Mark Rappaport's creative bio-pic about actress Jean Seberg is presented in a first-person, autobiographical format (with Seberg played by Mary Beth Hurt). He seamlessly interweaves cinema,... See full summary »
Ema is a very attractive but innocent girl, so pretty that cars crash in her presence. Young marries Dr. Carlo Paiva, who she is not attracted to, but is her father's friend. They move to ... See full summary »
Manoel de Oliveira
Cécile Sanz de Alba,
Luís Miguel Cintra
In this film made over ten years, filmmaker Barbara Sonneborn goes on a pilgrimage to the Vietnamese countryside where her husband was killed. She and translator (and fellow war widow) Xuan... See full summary »
A photographer and her girlfriend are roommates. She is stuck with small-change shooting jobs and dreams of success. When her roommate decides to get married and leave, she feels hurt and has to learn how to deal with living alone.
An irreverent take on Mozart's relations with the three Weber sisters: Louisa, whom he loved, but who didn't love him; Constanza, whom he loved and married; and Sophie, who loved him but ... See full summary »
Mark Rappaport's creative bio-pic about actress Jean Seberg is presented in a first-person, autobiographical format (with Seberg played by Mary Beth Hurt). He seamlessly interweaves cinema, politics, American society and culture, and film theory to inform, entertain, and move the viewer. Seberg's many marriages, as well as her film roles, are discussed extensively. Her involvement with the Black Panther Movement and subsequent investigation by the FBI is covered. Notably, details of French New Wave cinema, Russian Expressionist (silent) films, and the careers of Jane Fonda, Vanessa Redgrave, and Clint Eastwood are also intensively examined. Much of the film is based on conjecture, but Rappaport encourages viewers to re-examine their ideas about women in film with this thought-provoking picture. Written by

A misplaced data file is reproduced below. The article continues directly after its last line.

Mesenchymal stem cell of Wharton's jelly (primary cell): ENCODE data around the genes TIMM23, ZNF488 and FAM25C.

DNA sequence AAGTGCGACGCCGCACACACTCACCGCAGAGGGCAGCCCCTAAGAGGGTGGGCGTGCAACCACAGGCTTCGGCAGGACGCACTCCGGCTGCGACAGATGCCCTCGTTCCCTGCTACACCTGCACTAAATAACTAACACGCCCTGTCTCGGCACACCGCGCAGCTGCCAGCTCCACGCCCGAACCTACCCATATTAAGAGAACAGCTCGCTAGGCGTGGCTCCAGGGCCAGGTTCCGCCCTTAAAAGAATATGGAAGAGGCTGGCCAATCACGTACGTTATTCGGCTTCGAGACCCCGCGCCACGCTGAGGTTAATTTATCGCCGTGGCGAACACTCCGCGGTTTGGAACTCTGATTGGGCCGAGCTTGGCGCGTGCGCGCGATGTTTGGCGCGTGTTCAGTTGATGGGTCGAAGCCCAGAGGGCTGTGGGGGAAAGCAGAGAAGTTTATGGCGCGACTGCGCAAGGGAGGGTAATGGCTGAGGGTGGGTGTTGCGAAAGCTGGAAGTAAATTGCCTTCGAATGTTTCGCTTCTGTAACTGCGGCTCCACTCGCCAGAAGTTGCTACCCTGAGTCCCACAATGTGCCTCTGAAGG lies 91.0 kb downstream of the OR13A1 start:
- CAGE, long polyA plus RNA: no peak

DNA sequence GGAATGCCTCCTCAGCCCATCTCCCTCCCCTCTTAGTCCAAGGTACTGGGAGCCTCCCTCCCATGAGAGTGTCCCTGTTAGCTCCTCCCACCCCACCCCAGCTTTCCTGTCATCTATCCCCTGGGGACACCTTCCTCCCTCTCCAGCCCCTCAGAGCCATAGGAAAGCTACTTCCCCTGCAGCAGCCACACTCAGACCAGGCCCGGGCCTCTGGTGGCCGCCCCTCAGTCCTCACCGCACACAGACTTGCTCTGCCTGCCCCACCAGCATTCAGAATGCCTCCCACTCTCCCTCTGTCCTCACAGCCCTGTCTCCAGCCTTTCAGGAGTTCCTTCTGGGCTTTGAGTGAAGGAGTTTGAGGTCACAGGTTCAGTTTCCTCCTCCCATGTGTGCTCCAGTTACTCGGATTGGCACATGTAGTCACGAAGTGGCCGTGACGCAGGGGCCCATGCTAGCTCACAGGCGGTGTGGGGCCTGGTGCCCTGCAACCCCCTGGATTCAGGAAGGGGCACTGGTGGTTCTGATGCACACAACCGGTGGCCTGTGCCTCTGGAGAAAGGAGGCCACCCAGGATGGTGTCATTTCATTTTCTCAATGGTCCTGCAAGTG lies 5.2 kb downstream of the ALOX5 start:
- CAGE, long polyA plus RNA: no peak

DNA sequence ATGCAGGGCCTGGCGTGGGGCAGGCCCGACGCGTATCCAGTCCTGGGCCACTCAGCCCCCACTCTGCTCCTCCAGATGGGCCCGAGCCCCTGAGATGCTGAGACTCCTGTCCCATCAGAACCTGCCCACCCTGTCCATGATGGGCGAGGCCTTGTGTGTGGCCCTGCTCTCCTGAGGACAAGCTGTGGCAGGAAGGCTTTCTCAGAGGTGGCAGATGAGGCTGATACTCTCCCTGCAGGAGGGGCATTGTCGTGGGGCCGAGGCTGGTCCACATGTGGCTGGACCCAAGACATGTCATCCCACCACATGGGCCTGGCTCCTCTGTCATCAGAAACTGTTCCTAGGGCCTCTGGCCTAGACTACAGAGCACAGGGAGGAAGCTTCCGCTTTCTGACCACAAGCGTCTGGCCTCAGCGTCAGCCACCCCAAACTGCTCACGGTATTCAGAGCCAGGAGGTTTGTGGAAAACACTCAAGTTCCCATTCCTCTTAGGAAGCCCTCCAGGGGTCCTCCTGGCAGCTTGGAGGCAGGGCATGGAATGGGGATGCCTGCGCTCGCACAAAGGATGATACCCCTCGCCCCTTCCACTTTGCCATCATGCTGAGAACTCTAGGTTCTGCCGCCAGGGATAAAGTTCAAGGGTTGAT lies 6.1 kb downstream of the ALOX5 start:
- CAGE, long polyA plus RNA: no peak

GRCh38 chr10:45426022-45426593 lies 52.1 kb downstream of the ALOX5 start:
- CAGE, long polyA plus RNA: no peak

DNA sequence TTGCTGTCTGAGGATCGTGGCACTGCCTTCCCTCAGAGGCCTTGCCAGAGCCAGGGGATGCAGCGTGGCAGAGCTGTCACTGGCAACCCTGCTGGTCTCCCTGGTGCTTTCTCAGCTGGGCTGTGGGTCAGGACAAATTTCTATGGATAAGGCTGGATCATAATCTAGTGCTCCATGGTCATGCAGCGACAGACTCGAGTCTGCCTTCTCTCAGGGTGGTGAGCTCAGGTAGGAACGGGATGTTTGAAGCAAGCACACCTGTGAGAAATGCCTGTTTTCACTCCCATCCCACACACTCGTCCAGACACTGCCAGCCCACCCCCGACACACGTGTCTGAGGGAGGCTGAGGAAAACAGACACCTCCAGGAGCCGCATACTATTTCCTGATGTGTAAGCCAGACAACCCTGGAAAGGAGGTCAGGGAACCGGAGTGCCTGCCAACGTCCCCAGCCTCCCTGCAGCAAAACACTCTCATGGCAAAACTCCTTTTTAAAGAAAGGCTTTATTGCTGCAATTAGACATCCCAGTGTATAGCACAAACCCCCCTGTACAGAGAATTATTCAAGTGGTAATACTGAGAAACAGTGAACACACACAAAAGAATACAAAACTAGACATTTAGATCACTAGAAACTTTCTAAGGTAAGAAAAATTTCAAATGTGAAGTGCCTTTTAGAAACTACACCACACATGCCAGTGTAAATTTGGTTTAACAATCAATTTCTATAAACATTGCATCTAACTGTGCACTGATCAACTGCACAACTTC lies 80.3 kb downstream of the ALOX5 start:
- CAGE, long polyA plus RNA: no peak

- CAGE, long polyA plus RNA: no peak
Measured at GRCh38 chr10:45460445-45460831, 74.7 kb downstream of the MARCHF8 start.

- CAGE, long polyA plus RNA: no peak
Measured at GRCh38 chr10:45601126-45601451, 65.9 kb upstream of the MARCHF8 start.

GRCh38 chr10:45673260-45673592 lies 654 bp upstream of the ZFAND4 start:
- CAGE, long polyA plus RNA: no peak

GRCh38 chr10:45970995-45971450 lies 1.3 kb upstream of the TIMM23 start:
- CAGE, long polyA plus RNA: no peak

Tad Dibbern <DIBBERN_D@a1.mscf.upenn.edu>
When Mary Beth Hurt auditioned for the role of Jean Seberg, she shocked the filmmakers by revealing that not only was she born in the same town as Seberg (Marshalltown, Iowa), their families were neighbors who knew each other. See more »
The film as thesis. As a thesis, it's remarkably unfocused - Jean Seberg: victim; cinema, Preminger, Godard, Romain Gary, Clint Eastwood, FBI, America, Jane Fonda, Vanessa Redgrave, men: villains. Because this film isn't really interested in Jean Seberg - here she is interchangable with an aging soap star; she is a ghost, unproblematically dead; she is a hapless, helpless victim with no will of her own; she is tossed about by men, and yet here she speaks the words of her male creator, Mark Rappaport - but in the history of film, its ideologies and repressions. As these go, it is funny, informative and full of interesting and perceptive connections, but there are too many blatant distortions to actually accept it.
4 of 10 people found this review helpful.
Was this review helpful to you?